A former Macon County Republican Party chairman and one-time supporter of GOP congressional candidate Erika Harold said Monday that the Urbana attorney should give up her campaign against freshman U.S. Rep. Rodney Davis, R-Taylorville. A spokesman for Harold said she had no intention of quitting.
URBANA — A former Macon County Republican Party chairman and one-time supporter of GOP congressional candidate Erika Harold said Monday that the Urbana attorney should give up her campaign against freshman U.S. Rep. Rodney Davis, R-Taylorville.
But a spokesman for Harold said she had no intention of quitting her 5-month-old quest to defeat Davis in the Republican primary next March.
John Davis, a former Decatur judge and former head of the Macon County GOP, first urged Harold to drop out of the race Monday morning in a call to Decatur radio station WZUS-FM.
Calling himself "a former supporter," Davis expanded on his remarks in an interview with The News-Gazette.
"I sure expected more from her than what we've gotten. I think the best thing she can do — she doesn't have to listen to me — but the best thing she can do is now gracefully go to each county chairman and say, 'I'm behind in the polls, I made a good effort and I'm dropping out of this race for the sake of myself and this party," said Davis.
He criticized her campaign, saying it has done a poor job of keeping in touch with supporters and volunteers.
"They're not making any kind of followup with contacts whatsoever. They've done a lot of parades and public appearances, but they have not worked with their grass-roots people," he said. "I've been involved in enough campaigns to know that once you've made a contact, you've got to maintain that contact, and you've got to keep those people informed. If nothing else, it's just a common courtesy.
"She doesn't owe me a thing. Initially I supported here because I agreed that the people deserved a choice that they didn't get with the way the process worked with the nomination of Rodney (in 2012). But I want to emphasize that I have nothing against Rodney Davis. I think he's a good congressman and he's done a good job and will continue to do a good job. I just felt that the voters needed to make the choice."
Harold spokesman Phil Bloomer said that John Davis (no relation to Rodney Davis) may have been displeased with his role in the Harold campaign.
"John Davis was a volunteer, and he helped out with a couple of parades and that was the extent of it. I think he wanted to be more involved in a more central part of the campaign and was not asked to and I think that's why he's upset with Erika," said Bloomer.
He said the candidate, a former Miss America and Harvard Law School graduate, would not give up.
"She's very committed and very resolute, and people who make that kind of speculation have no idea what's going on inside this campaign," he said.
Bloomer said that "no one else" has urged Harold to quit the campaign. He added that she had spent part of her Monday doing an interview for a national publication.
"She's still attracting a lot of national attention that her opponents are not," he said.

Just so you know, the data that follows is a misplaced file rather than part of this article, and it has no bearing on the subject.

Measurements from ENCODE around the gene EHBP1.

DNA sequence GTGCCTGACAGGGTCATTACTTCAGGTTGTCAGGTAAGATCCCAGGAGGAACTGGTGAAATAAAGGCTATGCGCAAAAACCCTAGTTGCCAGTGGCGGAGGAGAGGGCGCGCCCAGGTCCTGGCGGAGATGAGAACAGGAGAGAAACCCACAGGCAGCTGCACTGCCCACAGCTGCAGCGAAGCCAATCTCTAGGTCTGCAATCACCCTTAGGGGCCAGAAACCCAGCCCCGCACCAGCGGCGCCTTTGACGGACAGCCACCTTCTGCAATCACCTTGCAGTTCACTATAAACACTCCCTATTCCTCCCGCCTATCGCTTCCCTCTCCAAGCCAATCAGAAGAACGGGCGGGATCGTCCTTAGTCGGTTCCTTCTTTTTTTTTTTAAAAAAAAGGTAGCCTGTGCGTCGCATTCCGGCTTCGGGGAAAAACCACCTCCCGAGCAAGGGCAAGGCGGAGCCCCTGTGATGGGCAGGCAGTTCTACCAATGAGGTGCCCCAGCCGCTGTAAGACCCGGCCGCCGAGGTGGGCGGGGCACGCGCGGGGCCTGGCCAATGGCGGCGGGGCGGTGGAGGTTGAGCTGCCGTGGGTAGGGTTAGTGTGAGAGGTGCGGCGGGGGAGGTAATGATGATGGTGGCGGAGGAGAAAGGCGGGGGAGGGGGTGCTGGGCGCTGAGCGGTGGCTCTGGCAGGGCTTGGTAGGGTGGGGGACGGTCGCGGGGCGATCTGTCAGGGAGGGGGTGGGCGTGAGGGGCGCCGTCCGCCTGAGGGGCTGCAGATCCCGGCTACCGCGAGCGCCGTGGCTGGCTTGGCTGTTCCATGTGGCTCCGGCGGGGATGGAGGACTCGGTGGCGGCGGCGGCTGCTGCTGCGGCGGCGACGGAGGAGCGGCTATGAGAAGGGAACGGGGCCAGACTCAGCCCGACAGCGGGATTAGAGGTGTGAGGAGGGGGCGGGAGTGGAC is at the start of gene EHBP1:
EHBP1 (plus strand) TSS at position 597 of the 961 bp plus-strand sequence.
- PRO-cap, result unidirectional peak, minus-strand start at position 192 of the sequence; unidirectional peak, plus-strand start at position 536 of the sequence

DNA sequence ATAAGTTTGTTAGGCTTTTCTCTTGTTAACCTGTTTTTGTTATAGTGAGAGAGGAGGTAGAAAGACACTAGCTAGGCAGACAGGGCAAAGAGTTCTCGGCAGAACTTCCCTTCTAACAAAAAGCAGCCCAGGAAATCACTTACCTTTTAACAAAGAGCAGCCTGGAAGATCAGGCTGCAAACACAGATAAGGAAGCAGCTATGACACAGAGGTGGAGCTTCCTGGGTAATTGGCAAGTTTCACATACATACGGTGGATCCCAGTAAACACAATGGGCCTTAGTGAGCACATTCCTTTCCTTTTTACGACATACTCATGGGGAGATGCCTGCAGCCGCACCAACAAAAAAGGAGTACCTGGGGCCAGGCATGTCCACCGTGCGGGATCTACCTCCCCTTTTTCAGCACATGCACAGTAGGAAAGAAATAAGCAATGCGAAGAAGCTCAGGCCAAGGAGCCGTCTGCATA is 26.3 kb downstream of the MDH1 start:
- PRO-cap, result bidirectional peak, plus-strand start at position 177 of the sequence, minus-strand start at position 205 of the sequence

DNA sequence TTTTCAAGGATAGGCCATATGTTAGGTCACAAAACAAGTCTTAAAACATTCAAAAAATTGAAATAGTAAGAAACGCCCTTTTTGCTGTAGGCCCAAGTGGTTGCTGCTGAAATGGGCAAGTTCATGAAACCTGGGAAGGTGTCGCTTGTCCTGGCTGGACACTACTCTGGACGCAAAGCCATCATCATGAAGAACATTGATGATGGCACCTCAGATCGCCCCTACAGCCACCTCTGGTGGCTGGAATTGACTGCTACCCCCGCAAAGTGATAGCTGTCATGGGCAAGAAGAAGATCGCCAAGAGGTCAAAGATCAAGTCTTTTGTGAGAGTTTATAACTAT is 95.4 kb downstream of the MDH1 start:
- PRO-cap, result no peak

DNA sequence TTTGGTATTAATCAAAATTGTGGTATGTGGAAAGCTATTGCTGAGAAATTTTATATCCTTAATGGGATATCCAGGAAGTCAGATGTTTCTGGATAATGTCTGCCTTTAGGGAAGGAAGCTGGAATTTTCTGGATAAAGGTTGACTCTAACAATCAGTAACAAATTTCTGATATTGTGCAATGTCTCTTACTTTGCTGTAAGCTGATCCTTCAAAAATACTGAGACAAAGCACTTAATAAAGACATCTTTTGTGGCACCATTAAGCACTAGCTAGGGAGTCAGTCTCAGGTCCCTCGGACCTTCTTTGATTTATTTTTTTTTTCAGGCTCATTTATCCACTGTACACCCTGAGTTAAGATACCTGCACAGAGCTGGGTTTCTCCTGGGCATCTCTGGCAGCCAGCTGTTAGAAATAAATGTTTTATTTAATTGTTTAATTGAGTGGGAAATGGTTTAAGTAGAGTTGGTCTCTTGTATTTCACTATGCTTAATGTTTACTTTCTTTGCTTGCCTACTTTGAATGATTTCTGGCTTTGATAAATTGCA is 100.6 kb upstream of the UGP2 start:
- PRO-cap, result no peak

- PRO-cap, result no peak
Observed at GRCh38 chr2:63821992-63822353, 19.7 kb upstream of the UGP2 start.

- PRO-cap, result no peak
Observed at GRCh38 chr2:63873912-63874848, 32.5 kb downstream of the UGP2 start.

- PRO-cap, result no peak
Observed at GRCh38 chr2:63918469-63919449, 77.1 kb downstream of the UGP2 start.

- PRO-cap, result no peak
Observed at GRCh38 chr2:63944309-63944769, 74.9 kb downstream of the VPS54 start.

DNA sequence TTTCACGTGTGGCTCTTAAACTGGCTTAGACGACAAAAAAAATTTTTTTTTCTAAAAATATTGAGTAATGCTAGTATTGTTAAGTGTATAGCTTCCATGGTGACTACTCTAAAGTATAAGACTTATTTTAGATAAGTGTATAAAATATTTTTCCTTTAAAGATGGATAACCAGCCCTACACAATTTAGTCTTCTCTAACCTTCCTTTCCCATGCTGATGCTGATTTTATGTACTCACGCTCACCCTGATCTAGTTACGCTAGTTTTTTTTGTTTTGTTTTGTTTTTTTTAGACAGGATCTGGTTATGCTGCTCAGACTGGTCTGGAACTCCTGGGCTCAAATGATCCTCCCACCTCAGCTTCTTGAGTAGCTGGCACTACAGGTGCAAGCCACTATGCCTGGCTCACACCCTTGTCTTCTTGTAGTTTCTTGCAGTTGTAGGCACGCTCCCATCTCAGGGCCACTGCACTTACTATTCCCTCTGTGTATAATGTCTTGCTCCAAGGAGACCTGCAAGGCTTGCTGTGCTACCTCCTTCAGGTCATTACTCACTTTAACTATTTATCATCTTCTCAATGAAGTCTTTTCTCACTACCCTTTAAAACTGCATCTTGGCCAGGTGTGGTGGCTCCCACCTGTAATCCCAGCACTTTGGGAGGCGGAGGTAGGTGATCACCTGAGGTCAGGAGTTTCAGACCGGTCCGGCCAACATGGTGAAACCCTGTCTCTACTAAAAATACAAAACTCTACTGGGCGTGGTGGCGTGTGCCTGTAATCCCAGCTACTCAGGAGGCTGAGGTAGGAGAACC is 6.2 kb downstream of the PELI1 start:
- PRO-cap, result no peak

But Champaign County Republican Party Chairman Habeeb Habeeb, who had supported Harold last year in the process where Davis was appointed the Republican candidate to replace U.S. Rep. Tim Johnson, R-Urbana, admitted Monday that he had tried in August to talk Harold into running for state treasurer instead of Congress.
"I wrote a full page with reasons why she'd make a great treasurer candidate. One of them was that she could use the money she raised for the congressional race. She would get a head start. The treasurer's office could lead to something bigger, usually it's a stepping stone. She'd be able to travel the whole state and serve. She would become very well known. She could run for the Senate seat when (Democrat Dick) Durbin resigns. She said no.
"I said something like I know I'm taking a bold step with you, but as a friend I want to give you the options about state treasurer. I know we can get a lot of support if you choose to run in that race. I wasn't telling her to get out and do that. I was trying to help her win. I think it would be a good win. I think it would be good with her and (Democrat Mike) Frerichs both being from Champaign. They're both good candidates, I think. But she said no and I never urged her again."
John Davis, meanwhile, called Harold's campaign staff "inexperienced" and said "a lot of her problems are just political naivete."
"She's a good campaigner. She's got a great personality. People like her. She's intelligent. But the followup is bad," he said. "I had some really strong people lined up here in Macon County who have not been involved in campaigns before and (the Harold campaign) never followed up."
Habeeb said Monday that he's trying to stay neutral in the Davis-Harold race this time.
"I honestly want to be neutral and allow two races if need be. But I don't end up talking to both camps. They're both guarded with me," he said. "I'm not working against anybody. I wasn't steering Erika away from running. I was trying to help her win. To me it's like being a coach. The goal is not to scrimmage. The goal is to win the game against the real opponent. How do you win the real race? Sometimes you don't go for something, you go for something else. I would love to see Erika as an officeholder, somehow, somewhere."
Monday's remarks by John Davis aren't the first time that a local Republican official has urged her not to challenge Rodney Davis. But they took on more urgency after third-quarter fundraising totals were revealed last week and they showed that Harold had $99,209 on hand to Rodney Davis' $882,146. And an Oct. 10 poll of 13th District Republican voters by Springfield-based We Ask America showed that Davis had a 4-to-1 lead over Harold.